On the heels of the COVID-19 pandemic, the United States finds itself in the midst of yet another epidemic—an epidemic of loneliness. While it might seem odd to declare loneliness an epidemic, it is no less true. Between the isolating restrictions in place during COVID-19, the large numbers of people who uprooted and moved to a new state during the past few years, and a drastic rise in a preference for social media over in-person interactions, we shouldn’t be surprised.
This year, the U.S. Surgeon General published a document addressing this epidemic. In it, he outlines the physical and mental health implications for individuals experiencing pervasive loneliness, including:
In contrast, he adds that communities with strong social connections:
The data has shown that this widespread problem brings with it potentially disastrous consequences. So, what can we do about it?
Christmas is a unique time of year. People are more inclined to be friendly and spread Christmas spirit. At the same time, though, the increased focus on spending time with friends and family can exacerbate the loneliness experienced by some. This means that it is a perfect time to reach out to others, because the need is collectively higher, and there are plenty of easy opportunities. Here are a few ideas to help you get started.
This might sound totally cliché, but it’s an easy way to show love to the people around you. This is a great first step for people you don’t know as well, because you can reach out and spread Christmas cheer to someone without the pressure to have an extended conversation.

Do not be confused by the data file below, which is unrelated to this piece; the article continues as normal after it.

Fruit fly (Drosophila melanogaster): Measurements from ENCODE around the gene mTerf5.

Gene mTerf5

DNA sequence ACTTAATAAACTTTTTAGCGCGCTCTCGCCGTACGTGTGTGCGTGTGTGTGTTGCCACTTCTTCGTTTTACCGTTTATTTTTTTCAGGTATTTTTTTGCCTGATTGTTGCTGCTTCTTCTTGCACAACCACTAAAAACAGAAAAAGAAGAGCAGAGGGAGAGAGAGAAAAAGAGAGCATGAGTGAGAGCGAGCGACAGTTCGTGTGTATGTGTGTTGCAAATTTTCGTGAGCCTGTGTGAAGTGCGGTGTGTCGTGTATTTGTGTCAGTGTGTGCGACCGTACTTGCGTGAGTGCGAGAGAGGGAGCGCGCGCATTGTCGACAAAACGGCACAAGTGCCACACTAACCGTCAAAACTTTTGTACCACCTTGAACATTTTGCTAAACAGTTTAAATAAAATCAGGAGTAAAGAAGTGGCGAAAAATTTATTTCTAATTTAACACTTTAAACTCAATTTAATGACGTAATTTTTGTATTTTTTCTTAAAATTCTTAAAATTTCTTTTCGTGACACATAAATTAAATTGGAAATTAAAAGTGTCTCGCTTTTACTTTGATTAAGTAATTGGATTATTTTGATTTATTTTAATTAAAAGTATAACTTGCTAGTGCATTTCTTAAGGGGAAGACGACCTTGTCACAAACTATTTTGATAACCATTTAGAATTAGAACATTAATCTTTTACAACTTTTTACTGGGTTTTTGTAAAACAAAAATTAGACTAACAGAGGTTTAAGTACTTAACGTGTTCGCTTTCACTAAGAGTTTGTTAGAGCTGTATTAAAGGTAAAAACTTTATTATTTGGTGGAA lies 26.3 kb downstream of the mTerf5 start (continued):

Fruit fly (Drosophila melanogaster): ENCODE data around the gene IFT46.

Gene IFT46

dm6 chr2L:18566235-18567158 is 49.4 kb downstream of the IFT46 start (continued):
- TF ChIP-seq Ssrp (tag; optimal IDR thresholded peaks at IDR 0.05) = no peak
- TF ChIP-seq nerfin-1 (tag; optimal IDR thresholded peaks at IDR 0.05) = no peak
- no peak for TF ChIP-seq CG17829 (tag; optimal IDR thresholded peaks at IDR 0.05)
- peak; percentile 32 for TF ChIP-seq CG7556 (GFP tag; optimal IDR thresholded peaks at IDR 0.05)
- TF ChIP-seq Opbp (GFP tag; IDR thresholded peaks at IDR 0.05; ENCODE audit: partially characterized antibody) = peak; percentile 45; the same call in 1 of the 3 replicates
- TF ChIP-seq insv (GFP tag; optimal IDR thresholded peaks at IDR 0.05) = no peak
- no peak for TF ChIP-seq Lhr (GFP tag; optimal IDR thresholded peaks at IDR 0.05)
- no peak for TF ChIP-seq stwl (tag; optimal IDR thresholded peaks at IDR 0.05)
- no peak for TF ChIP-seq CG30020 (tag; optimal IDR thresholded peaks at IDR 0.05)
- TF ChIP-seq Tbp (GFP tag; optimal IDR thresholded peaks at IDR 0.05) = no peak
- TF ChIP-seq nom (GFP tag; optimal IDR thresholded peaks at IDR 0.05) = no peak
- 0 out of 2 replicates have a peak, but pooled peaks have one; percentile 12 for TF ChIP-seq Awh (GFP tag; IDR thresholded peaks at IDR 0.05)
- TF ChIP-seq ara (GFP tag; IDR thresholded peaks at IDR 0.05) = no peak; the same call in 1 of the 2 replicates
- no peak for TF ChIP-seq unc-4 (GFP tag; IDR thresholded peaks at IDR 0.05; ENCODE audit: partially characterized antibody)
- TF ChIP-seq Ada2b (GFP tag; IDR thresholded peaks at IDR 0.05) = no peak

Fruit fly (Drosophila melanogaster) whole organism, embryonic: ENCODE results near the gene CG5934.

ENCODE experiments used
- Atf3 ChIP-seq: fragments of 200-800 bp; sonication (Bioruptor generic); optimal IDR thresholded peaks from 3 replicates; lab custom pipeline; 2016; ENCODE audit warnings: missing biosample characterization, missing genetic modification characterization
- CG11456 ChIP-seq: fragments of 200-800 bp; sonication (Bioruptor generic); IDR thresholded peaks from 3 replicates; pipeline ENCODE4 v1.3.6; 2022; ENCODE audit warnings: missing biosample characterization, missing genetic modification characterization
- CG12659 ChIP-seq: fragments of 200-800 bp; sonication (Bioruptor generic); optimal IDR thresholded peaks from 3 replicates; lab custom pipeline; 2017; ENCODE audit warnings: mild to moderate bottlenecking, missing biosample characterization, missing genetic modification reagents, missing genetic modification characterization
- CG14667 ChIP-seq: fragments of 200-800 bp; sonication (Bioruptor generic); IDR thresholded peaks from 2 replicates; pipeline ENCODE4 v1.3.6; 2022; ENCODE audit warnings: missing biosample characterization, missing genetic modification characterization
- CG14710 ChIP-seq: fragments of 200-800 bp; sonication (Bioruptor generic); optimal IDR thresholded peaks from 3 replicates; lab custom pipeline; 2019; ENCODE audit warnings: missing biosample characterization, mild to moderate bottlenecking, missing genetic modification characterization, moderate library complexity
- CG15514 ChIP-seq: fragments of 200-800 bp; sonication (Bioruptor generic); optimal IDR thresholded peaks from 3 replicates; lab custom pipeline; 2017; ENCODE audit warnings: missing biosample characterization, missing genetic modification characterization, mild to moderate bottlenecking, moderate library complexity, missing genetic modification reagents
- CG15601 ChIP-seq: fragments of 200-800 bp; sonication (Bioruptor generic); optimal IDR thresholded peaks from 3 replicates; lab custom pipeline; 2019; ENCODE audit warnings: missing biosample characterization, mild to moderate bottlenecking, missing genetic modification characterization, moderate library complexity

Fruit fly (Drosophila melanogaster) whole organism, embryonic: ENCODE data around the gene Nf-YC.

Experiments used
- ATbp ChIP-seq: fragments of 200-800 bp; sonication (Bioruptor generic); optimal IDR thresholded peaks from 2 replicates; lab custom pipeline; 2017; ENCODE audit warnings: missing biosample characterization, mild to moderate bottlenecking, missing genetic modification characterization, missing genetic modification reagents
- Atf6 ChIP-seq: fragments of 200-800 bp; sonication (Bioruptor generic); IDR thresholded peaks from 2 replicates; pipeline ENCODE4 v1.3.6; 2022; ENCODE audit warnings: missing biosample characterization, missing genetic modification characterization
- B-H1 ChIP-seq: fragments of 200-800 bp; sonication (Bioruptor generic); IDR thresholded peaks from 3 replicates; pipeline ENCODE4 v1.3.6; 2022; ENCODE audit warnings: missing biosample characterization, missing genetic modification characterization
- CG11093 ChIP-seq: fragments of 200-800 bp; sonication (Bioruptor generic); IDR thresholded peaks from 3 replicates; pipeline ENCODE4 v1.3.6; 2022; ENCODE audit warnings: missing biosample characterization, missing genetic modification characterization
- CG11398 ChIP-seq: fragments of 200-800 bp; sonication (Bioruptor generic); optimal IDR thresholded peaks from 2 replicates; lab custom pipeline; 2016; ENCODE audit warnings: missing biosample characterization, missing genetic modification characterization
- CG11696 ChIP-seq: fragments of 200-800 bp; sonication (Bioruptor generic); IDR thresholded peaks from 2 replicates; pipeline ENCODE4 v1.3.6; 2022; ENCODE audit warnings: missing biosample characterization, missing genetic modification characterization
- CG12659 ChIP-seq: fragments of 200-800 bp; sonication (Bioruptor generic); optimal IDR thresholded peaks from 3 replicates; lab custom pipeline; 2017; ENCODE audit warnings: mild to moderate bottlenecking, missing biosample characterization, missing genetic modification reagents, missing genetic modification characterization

It doesn’t have to be complicated. You can organize an ornament or cookie exchange, or even invite someone to join you for Christmas dinner. Just remember that it’s the reaching out with the invitation that matters, not how perfect the event is.
Christmas is a busy season for everyone, including nonprofits and local ministries. Reach out to one in your area and see if they need any extra help! You might end up making new friends and experiencing a life-changing event.
There are so many people who are confined to healthcare facilities or who are isolated during the Christmas season. Think about getting a group together and bringing Christmas to them! As Buddy said in the movie Elf,“The best way to spread Christmas cheer is singing loud for all to hear.”
Just a quick note or text can make someone’s day. If there’s someone in your life who you don’t see regularly, think about how you could reach out to them this Christmas. Carve out a small block of time to handwrite a few notes, to send some encouraging texts, or to make a few extra phone calls. You never know what kind of impact those few minutes can make in the life of a friend or loved one.
In our fallen world, we are surrounded by people experiencing hardships and suffering. As you notice them, think about how you could help lighten their load. Maybe you could babysit so the parents next door can go Christmas shopping, make a meal for someone who just had surgery, or buy a small gift for the family whose dad just lost his job.
Christmas is a busy season, and reaching out to people might feel a bit inconvenient or uncomfortable. However, Jesus loved us so much that He humbled Himself and came to earth to die on the cross for the sins of the whole world—to save sinners who believe in Him as their Savior. (Phil. 2:8, 1 John 2:2, John 3:16) In John 13:34, Jesus says, “A new commandment I give to you, that you love one another: just as I have loved you, you also are to love one another.”
Because Jesus went to such great lengths to show His love for us, we should be compelled to follow His example and seek to share His love with those around us this Christmas.